Two safaris enter the African jungle intent on finding a white girl who is the heiress to a fortune. One safari, led by Jungle Jim, wants to make sure she gets the news that she is now a ... See full summary »
Betty Jane Rhodes,
Zandra, white princess of a lost civilization, comes to Tarzan for help when Nazis invade the jungle with plans to conquer her people and take their wealth. Tarzan, the isolationist, ... See full summary »
An African tribe devoted to the leopard cult is dedicated to preventing civilization from moving further into Africa. Tarzan fights them when the cult first attacks a caravan and next ... See full summary »
Grim story of one of the major battles of the Korean War. While negotiators are at work in Panmunjom trying to bring the conflict to a negotiated end, Lt. Joe Clemons is ordered to launch ... See full summary »
A group of archaeologists asks Tarzan to help them find an ancient city in a hidden valley of women. He refuses, but Boy is tricked into doing the job. The queen of the women asks Tarzan to... See full summary »
As Johnny Weissmuller got older and a bit flabbier the Tarzan loincloth didn't quite fit his figure any more. Still he was a box office draw, but he knew he couldn't continue in the series. In the late Forties he signed with Columbia Pictures to do a series of films based on the King Features Cartoon character Jungle Jim.
In the films Weissmuller's only friend was a chimpanzee named Tamba, shades of Chetah from Tarzan. But when the film series ended, Columbia which had by now gone into the television business, put Weissmuller in a half hour series as the intrepid jungle guide who got into all kinds of adventures.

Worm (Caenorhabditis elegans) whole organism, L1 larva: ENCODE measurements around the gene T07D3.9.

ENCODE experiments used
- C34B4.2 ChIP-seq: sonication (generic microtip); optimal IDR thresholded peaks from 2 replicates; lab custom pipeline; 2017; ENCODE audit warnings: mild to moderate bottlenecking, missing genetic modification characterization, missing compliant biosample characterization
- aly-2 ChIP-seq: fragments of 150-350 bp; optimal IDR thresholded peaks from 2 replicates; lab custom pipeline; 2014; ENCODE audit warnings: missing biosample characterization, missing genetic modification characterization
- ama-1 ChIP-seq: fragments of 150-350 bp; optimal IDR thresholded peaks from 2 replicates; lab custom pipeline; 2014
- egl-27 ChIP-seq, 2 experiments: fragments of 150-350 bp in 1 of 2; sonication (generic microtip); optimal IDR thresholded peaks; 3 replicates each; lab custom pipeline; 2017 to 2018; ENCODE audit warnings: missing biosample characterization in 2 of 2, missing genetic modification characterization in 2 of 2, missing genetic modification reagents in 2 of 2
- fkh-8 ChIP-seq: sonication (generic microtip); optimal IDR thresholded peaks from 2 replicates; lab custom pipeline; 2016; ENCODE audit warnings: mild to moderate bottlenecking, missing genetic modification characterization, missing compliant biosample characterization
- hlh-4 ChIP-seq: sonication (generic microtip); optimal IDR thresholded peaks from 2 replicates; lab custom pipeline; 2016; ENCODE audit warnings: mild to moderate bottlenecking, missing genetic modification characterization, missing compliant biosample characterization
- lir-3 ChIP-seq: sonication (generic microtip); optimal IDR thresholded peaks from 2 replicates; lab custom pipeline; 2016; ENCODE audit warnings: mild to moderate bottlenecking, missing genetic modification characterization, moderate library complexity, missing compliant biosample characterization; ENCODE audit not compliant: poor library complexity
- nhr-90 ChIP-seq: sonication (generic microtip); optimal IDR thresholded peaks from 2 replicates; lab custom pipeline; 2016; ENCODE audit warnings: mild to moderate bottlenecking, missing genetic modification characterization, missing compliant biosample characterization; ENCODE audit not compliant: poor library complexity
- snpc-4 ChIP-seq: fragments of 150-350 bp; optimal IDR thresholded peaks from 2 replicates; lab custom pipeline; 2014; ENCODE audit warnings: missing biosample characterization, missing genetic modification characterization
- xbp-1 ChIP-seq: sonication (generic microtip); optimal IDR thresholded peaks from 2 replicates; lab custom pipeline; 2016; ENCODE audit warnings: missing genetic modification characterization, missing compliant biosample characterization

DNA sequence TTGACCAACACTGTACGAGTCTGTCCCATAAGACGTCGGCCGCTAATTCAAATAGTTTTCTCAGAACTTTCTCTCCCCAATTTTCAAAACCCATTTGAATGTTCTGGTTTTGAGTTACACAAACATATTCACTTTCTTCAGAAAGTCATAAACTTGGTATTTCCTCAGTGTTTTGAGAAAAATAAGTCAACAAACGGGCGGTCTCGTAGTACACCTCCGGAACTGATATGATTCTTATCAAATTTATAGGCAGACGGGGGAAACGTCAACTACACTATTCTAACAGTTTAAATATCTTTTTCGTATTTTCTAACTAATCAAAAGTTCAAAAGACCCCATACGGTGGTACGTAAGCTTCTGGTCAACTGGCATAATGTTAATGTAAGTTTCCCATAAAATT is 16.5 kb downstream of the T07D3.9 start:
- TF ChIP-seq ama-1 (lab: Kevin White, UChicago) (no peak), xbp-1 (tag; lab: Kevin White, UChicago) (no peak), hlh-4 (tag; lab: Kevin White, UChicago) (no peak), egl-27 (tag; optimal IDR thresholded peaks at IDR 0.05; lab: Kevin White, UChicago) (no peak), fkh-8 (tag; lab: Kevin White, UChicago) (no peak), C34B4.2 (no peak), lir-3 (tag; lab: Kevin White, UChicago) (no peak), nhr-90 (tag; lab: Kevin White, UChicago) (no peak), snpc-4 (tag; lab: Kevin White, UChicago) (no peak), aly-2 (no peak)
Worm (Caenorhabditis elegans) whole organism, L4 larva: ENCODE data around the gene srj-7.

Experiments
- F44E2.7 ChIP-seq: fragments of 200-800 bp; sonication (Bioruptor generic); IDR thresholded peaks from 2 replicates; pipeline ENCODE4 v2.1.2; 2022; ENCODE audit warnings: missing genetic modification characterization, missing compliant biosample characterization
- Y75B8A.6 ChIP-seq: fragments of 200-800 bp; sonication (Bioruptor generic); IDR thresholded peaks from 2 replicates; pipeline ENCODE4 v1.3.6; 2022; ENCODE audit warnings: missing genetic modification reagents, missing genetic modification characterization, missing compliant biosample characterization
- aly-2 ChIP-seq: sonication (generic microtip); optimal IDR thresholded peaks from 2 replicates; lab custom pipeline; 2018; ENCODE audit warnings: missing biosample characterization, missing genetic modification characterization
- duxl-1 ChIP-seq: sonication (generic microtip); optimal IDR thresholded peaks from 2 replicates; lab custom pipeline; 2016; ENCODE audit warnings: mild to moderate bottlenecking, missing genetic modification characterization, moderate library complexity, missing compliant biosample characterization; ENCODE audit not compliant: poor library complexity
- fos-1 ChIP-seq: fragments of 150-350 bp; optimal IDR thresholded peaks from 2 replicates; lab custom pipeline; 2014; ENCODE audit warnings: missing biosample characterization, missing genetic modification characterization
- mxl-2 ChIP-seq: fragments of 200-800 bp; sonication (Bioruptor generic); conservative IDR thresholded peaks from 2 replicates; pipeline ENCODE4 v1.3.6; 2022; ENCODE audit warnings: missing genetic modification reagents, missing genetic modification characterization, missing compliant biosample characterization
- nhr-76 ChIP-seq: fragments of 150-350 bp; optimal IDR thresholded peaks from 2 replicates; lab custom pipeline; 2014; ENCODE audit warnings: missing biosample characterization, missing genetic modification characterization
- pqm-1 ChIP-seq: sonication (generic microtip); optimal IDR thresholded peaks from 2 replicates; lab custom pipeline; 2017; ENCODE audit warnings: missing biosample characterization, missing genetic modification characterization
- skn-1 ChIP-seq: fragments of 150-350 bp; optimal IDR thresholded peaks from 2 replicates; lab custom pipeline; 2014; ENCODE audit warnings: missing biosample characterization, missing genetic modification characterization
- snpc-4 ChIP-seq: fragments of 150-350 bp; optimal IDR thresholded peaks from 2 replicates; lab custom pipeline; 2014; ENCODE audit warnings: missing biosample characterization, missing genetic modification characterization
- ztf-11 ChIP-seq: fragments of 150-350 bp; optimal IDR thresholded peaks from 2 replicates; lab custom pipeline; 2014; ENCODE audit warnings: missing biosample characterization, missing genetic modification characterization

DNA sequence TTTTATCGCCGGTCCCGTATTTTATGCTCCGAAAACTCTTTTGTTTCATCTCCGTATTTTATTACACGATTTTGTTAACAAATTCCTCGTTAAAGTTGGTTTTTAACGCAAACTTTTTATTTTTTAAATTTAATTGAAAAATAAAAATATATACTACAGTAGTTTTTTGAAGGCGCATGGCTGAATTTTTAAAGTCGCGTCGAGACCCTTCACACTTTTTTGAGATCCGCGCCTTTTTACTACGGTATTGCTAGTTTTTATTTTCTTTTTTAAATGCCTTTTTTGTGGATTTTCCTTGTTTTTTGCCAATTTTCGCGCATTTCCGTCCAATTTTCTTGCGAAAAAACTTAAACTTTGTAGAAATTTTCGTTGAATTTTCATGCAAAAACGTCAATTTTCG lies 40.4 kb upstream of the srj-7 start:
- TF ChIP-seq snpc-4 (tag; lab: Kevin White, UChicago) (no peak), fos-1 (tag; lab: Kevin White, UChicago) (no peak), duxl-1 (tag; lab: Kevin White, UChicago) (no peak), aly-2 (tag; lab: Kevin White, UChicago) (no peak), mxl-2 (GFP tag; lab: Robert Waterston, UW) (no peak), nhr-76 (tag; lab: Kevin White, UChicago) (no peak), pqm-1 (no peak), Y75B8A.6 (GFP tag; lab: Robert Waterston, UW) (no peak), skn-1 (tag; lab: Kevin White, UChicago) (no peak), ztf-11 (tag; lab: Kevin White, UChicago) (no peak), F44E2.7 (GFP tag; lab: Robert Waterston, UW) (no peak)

In the Jungle Jim television series Jim got some human co-stars in the persons of Martin Huston as his son Skipper and Dean Fredericks as good friend and assistant Kaseem. Jim was not confined to Africa, some of the shows had Indian, South Sea, and even South American locations, depending on who wanted him to guide.
Weissmuller was real particular, no hunting expeditions, no shooting of animals except with a camera. Apparently he was that good a guide, because that sure cut his income considerably.
Though there were female guest stars, I never recall any romantic plots in any of the episodes. The show ran for one season, but it was in syndication for several years.
My guess is that with all of his marriages, Weissmuller had considerable alimony to pay out to his numerous ex-wives. It's why he took the series. After that he was in demand for a lot of personal appearances, he was still the most well known Tarzan of them all and set the standard for Olympic swimming champions down to today.
Jungle Jim was a good kid's show and even as got into his Fifties Weissmuller still looked better than most fifty somethings.
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